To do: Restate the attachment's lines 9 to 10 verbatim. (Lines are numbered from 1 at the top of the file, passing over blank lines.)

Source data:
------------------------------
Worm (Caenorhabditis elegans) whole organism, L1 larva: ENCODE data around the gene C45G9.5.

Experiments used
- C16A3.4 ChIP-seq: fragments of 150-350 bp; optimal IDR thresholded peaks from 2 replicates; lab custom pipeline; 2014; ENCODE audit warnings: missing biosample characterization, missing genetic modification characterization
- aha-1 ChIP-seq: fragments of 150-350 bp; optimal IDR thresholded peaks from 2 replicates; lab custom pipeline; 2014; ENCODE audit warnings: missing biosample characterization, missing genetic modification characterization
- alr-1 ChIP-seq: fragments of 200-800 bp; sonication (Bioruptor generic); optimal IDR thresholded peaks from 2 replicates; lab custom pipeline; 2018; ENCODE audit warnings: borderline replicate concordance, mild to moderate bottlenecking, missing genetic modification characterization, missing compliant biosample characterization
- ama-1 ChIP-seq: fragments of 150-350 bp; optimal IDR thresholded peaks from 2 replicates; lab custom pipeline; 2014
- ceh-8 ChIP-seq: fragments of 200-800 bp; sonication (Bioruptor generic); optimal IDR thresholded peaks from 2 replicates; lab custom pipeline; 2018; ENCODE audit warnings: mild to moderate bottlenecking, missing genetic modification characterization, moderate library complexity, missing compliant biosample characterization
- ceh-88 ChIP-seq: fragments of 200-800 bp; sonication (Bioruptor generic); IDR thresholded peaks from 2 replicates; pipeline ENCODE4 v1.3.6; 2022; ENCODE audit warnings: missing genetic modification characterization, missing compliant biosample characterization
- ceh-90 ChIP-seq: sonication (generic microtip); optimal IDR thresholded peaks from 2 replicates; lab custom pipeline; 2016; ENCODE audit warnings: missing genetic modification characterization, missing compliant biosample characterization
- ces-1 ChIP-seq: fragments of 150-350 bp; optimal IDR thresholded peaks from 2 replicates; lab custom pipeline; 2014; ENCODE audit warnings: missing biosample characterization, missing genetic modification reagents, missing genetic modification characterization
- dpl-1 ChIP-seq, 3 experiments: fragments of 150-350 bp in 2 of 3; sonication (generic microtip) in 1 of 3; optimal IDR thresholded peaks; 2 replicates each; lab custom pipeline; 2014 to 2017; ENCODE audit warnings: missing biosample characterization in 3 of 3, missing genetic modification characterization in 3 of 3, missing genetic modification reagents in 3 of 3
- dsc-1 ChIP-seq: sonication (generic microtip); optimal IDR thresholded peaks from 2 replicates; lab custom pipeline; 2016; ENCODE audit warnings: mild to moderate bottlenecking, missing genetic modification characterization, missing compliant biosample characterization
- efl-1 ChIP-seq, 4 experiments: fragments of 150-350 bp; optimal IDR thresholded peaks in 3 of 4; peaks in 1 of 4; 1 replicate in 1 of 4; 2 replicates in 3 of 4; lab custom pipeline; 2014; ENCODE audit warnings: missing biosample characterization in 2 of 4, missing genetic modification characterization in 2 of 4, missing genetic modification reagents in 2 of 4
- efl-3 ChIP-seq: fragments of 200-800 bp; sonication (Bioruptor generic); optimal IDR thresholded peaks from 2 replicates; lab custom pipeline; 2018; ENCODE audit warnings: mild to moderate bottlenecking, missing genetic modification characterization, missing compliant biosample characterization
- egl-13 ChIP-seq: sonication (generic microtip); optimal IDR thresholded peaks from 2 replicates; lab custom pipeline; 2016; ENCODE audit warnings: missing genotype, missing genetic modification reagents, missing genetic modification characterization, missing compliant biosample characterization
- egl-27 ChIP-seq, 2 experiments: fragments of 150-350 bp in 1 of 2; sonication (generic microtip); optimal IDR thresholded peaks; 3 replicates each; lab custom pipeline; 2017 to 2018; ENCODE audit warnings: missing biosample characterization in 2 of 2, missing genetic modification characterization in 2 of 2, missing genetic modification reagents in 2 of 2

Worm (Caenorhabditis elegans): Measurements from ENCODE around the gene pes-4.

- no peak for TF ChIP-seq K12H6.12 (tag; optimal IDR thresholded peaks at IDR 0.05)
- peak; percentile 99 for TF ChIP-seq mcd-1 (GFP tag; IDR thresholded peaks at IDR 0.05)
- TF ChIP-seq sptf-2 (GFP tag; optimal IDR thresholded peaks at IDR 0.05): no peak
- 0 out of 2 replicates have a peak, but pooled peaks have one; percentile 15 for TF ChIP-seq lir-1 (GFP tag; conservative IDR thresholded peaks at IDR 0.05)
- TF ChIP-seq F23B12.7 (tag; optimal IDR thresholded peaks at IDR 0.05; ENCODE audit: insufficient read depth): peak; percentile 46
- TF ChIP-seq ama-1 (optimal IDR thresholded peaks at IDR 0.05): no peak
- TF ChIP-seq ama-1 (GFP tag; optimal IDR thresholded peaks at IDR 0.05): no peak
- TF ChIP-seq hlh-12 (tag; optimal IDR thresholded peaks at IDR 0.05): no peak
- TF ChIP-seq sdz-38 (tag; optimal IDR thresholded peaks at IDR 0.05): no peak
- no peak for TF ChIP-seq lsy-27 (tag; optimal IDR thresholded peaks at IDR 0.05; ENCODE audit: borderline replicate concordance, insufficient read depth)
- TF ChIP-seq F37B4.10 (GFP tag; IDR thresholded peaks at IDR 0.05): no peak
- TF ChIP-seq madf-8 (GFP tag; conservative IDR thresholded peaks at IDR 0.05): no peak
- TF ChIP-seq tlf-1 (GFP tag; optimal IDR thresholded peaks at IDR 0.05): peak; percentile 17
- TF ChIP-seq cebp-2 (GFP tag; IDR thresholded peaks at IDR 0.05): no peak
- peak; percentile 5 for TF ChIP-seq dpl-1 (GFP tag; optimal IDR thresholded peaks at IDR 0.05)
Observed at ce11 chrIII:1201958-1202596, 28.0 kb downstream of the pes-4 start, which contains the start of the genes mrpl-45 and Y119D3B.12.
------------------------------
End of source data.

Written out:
- ceh-90 ChIP-seq: sonication (generic microtip); optimal IDR thresholded peaks from 2 replicates; lab custom pipeline; 2016; ENCODE audit warnings: missing genetic modification characterization, missing compliant biosample characterization
- ces-1 ChIP-seq: fragments of 150-350 bp; optimal IDR thresholded peaks from 2 replicates; lab custom pipeline; 2014; ENCODE audit warnings: missing biosample characterization, missing genetic modification reagents, missing genetic modification characterization